An authentic image, for me, is an image that depicts the reality of a people without the intent to mock or glamourize it to make it suit a particular narrative/notion about that place.

Omoregie Osakpolor is an emerging documentary photographer and filmmaker living in Lagos, Nigeria. He received his BA (Hons) in English and Literature from the University of Benin, Edo State. He is presently a mentee at the Nlele Institute Mentorship Programme and a member of 1884 Collective. He was nominated for the Edwin George Prize for Photography at The Future Africa Awards in 2017.
Omoregie believes photography, and art generally can be a source for societal change and hopes to engage his audience and the society in general in cultural interactions. His work focuses primarily on social justice and culture. He has been referenced on CNN Africa, BBC, Quartz and by leading Nigerian blogs and art
journals and has shown his works in both solo and group exhibitions in Lagos, Abuja, Benin City, North Carolina, Fotohof, Salzburg, Bournemouth University (Arts By the Sea 2019), UK and at the 12th Bamako Biennale (2019). His short film, Grey which was partly inspired by Ed Kashi’s Aging in America, won the Fashola Photography Foundation Prize (2019)

How do you see the relationship of photojournalism and fine art photography in your work? 
The stories and the people I photograph are real (and not performative), but I photograph them in the way I feel best reflects the story I want to tell. Since it’s their stories (though I somewhat share in them), I often let them make some decisions on how they want to be photographed— I ask questions like, “ do you want me to photograph you in these clothes or you want to change them?” This is why I call them participants rather than use the word, “subjects.”  So, yes, the relationship between photojournalism and fine art photography in my work is in how I photograph my participants— it is in the capturing (in terms of the deliberateness of the compositional elements in the frames). This is the fine art part. While photojournalism requires capturing what you see as it is happening, fine art photography on the hand allows you to play around with elements in your frame (as long as you stay close to the “truth” of the story you are telling). In my work, I merge the elements of both. My work is documentary, but with a blend of fine art.

What is your process for finding unique stories? 
I find stories everywhere— news, films, books (fictional and non-fictional), folktales—- just everywhere. But what piques my interests are social, political and cultural stories. Most times I am directly or indirectly connected to an issue and or people whose story I want to tell. This usually gives me a unique angle and deeper connection with the participants. And some level of accessibility. I first research by asking questions about the particular topic, person or people. I gather data from everywhere—- the internet, from television, from friends or their friends who are knowledgeable on that topic. Just anywhere. This is basically how I find my stories.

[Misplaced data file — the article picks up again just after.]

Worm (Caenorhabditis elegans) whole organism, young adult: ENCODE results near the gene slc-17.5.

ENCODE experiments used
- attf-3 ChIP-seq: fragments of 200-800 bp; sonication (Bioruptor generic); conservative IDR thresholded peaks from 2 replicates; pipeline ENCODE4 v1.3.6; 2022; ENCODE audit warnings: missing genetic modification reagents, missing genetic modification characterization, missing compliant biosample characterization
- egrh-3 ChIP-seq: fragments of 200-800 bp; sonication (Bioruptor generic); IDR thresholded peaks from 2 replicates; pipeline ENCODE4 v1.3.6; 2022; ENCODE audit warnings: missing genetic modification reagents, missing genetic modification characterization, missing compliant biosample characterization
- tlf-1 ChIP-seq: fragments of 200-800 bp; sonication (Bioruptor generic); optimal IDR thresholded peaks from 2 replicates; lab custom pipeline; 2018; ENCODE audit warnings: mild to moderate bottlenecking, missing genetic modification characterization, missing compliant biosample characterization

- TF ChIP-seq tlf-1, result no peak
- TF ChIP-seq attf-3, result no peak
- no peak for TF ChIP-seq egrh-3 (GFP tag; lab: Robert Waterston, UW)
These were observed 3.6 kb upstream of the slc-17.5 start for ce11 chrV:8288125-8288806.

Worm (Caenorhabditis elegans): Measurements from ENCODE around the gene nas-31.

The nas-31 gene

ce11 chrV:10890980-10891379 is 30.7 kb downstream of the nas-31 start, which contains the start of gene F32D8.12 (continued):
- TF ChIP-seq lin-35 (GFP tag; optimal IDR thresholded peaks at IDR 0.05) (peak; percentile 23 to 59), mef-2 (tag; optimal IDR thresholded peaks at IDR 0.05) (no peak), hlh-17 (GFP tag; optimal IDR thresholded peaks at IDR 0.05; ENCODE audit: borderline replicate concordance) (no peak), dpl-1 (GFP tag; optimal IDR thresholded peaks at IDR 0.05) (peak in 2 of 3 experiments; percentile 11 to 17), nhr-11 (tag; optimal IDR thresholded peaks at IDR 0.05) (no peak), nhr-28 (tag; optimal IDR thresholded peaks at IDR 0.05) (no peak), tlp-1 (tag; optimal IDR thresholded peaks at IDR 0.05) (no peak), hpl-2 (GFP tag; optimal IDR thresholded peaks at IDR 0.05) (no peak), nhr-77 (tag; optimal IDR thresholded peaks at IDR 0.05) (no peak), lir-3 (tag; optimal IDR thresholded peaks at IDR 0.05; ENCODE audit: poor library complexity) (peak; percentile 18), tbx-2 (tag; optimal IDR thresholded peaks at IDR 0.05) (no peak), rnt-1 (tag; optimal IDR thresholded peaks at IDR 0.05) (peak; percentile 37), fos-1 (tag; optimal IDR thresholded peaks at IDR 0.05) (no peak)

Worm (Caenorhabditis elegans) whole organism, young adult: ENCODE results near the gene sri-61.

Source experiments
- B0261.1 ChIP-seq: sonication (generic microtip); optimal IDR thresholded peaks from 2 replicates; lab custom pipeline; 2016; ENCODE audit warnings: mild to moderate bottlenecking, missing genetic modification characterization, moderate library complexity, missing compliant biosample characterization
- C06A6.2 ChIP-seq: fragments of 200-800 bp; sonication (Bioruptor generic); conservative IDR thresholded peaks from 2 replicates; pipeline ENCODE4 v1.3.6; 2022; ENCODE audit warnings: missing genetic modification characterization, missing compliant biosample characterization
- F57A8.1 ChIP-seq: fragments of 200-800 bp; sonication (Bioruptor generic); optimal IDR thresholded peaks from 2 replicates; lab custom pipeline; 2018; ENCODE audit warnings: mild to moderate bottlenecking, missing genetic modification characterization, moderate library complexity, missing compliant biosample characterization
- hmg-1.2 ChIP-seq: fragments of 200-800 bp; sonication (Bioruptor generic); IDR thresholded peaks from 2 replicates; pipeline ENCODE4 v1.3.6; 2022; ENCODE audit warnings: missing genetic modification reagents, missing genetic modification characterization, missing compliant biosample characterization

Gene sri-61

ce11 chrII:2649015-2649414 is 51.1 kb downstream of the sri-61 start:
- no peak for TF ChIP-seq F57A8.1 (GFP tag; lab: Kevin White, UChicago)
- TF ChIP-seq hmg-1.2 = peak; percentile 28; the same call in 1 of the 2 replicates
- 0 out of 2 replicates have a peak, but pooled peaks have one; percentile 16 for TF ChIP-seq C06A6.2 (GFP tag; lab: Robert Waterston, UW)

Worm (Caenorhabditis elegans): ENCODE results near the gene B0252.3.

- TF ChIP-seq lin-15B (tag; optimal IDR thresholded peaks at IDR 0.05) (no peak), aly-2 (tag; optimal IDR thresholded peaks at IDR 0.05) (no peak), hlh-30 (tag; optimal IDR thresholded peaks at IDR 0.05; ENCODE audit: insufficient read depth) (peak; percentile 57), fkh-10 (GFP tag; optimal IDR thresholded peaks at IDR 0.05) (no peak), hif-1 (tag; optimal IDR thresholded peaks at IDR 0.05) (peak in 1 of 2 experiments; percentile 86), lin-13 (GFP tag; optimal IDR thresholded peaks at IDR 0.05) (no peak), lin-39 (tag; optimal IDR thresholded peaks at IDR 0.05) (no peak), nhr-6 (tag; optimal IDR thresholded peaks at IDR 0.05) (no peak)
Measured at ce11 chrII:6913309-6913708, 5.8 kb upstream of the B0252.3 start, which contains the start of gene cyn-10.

What keeps you motivated?
As a teenage boy I used to think I was going to change the world through social activism. It’s funny how that desire influenced my choice of course at the university. That course opened my mind to the power of storytelling and how stories can cause a change. So, when I finally picked up the camera after school, the desire to cause a change remained with me. I am not naive anymore to think I can change the world, but I believe I need to keep creating works that explore the social, political and economic reality of my country, Nigeria, to start conversations on issues that are less reported by mainstream media. Will my work change the world or Nigeria? I really can’t say. Will they spark up important conversations on important issues affecting us? Possibly. No matter the result, I know the works I am creating now are going to serve as historical documents—- they will tell our children how we lived and the challenges we are faced. So these are the things that motivate me to create.

How do you define an authentic image in a photo market where the foreign gaze shows us the one-sided story? 
An authentic image, for me, is an image that depicts the reality of a people without the intent to mock or glamourize it to make it suit a particular narrative/notion about that place. In the case of Africa, it means photographing her people, places, issues and events from a place of

© Tsoku Maela

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